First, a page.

On December 24, a group of French scientists published what is probably the first medical journal article on squirting. They gave pelvic ultrasound scans to seven women who previously reported emitting about a cup full of liquid when they had sex. By administering the scans after the women peed, and then twice during sexual stimulation, they were able to conclude exactly where the liquid was coming from and what it consisted of. Although there have been plenty of studies done on female ejaculation – this is the first one to specifically explore the gushing, porny trope in specific.
Since at least the 80s, there's been a lot of debate around whether or not women ejaculate at all, or if any instance of it is just a "mature" version of bedwetting. For a debate that can essentially, and crudely, be boiled down to "cum vs. piss," it's a surprisingly fraught with important implications. Some feminists say that reducing the physical manifestations of their orgasms to urine diminishes the importance of female pleasure during sex. Other feminists say the opposite: that saying it's more than urine perpetuates a male fantasy. It's kinda confusing for a well-meaning person to know what to think about women maybe-jizzing, assuming they think of it at all.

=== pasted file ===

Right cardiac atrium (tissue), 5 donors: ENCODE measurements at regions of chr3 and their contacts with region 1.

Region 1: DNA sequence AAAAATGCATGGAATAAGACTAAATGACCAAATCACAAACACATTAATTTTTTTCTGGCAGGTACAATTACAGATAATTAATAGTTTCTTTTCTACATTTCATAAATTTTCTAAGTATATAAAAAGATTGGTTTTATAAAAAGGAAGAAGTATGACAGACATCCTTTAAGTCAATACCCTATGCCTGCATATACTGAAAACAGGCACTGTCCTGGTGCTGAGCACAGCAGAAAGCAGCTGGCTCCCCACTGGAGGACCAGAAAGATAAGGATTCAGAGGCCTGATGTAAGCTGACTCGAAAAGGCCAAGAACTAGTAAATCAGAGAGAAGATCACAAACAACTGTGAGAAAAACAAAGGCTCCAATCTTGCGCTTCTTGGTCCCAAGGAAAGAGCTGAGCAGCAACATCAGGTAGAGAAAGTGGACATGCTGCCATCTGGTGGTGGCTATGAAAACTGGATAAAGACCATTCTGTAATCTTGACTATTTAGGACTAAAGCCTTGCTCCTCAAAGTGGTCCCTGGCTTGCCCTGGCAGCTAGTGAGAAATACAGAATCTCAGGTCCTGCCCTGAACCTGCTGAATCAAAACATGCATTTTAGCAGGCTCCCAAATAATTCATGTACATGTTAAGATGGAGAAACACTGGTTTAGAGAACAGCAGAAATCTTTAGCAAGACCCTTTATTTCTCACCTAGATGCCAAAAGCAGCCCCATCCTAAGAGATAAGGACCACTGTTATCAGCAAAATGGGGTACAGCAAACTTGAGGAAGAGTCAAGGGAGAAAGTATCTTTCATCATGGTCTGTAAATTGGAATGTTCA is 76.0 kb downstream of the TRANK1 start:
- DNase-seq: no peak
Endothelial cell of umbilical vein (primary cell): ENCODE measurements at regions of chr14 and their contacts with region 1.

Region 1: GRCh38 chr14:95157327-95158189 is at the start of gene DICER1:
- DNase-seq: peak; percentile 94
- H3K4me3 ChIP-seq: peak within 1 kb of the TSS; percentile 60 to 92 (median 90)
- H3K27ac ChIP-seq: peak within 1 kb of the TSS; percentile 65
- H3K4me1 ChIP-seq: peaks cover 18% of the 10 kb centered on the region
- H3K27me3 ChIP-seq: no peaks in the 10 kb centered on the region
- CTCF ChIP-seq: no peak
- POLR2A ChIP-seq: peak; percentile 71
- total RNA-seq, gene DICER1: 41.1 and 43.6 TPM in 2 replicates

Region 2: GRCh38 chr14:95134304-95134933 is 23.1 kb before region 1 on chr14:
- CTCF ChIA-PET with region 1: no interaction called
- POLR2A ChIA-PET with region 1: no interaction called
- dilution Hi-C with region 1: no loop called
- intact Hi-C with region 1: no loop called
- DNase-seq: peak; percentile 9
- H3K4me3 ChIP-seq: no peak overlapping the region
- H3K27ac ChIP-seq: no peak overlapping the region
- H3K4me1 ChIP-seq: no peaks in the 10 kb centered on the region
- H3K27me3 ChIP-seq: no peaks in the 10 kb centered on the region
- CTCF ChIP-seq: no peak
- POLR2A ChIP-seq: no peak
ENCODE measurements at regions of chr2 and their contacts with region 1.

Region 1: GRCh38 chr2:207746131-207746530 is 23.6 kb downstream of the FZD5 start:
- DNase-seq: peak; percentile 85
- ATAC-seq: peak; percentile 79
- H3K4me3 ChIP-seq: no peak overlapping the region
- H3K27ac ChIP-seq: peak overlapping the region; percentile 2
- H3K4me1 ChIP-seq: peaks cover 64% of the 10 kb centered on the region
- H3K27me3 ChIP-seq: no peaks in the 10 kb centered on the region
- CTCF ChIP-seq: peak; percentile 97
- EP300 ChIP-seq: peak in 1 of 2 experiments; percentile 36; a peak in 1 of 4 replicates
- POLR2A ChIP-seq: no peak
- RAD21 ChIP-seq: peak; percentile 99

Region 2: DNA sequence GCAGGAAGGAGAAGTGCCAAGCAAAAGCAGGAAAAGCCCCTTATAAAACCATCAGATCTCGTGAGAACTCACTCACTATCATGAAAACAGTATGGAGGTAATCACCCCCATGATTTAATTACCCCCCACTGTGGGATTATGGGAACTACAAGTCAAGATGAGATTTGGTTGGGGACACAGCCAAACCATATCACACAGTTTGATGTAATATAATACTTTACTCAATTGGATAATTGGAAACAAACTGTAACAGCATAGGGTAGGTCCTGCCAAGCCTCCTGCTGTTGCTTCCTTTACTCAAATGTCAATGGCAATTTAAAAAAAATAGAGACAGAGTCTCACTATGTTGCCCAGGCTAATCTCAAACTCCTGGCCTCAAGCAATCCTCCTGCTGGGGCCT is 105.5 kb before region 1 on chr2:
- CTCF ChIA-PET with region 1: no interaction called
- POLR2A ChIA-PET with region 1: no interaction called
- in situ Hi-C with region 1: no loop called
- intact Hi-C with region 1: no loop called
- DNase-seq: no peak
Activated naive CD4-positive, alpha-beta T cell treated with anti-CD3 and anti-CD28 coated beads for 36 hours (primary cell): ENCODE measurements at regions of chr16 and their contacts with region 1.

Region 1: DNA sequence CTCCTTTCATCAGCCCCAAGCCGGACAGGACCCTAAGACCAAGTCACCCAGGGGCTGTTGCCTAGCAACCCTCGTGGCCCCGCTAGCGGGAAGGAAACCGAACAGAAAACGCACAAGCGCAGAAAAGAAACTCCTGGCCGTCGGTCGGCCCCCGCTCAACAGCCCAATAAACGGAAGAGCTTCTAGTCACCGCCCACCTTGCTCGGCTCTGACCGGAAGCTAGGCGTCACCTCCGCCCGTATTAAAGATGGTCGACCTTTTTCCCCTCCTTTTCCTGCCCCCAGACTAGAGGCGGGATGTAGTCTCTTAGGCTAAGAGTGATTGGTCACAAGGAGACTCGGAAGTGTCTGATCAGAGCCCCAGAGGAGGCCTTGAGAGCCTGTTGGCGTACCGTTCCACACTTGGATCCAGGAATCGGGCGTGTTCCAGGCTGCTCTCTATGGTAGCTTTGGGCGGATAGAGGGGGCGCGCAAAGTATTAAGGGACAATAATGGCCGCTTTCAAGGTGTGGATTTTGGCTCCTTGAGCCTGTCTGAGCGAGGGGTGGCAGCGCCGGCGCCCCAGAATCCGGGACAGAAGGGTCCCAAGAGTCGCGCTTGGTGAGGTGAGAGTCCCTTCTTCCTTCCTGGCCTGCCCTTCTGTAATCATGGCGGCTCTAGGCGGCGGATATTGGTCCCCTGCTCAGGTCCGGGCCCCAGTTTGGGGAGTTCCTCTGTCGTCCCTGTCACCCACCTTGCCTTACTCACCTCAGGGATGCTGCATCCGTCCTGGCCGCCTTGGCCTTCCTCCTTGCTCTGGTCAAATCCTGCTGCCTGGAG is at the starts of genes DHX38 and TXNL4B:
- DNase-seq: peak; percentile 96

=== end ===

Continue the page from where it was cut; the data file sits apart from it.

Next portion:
In recent weeks, the is-it-or-isn't-it uncertainty has even given ammunition to censors in the UK. Along with a litany of other practices, squirting was recently banned in porn. Because no one could say definitively whether it was piss, their reasoning went, they were bound to assume it fell under the category of "urolagnia," which is considered obscene.
One thing that's for sure, though, is that people love watching it. For instance, it's making the site PornHub a lot of money. Mike Williams, who works at the site's communication team, told me it's the 7th most searched term worldwide.
But why? Justin Lehmiller, who edits the popular blog Sex and Psychology, has a couple of theories. "It probably stems from a desire to know that the woman enjoyed herself and was sexually satisfied," he told me. "A lot of guys actually care about this and they want to know the sex was mutually enjoyable." He also adds that it's just as likely an ego thing, or a validation of masculinity.
But does female ejaculation exist? It's a debate that's as old as vaginas themselves, and one that's never really been solved. There are studies that say, yeah, there is something that comes out that definitely isn't pee. But in this specific study – the first to focus on women who soak the sheets like in a Pornhub video – the answer is, nah. "The present data based on ultrasonographic bladder monitoring and biochemical analyses indicate that squirting is essentially the involuntary emission of urine during sexual activity, although a marginal contribution of prostatic secretions to the emitted fluid often exists." So that's the closest we've, uh, come so far to solving the age-old debate. Sorry, porn viewers of the world. And for the record, "golden shower" didn't even crack PornHub's top 20.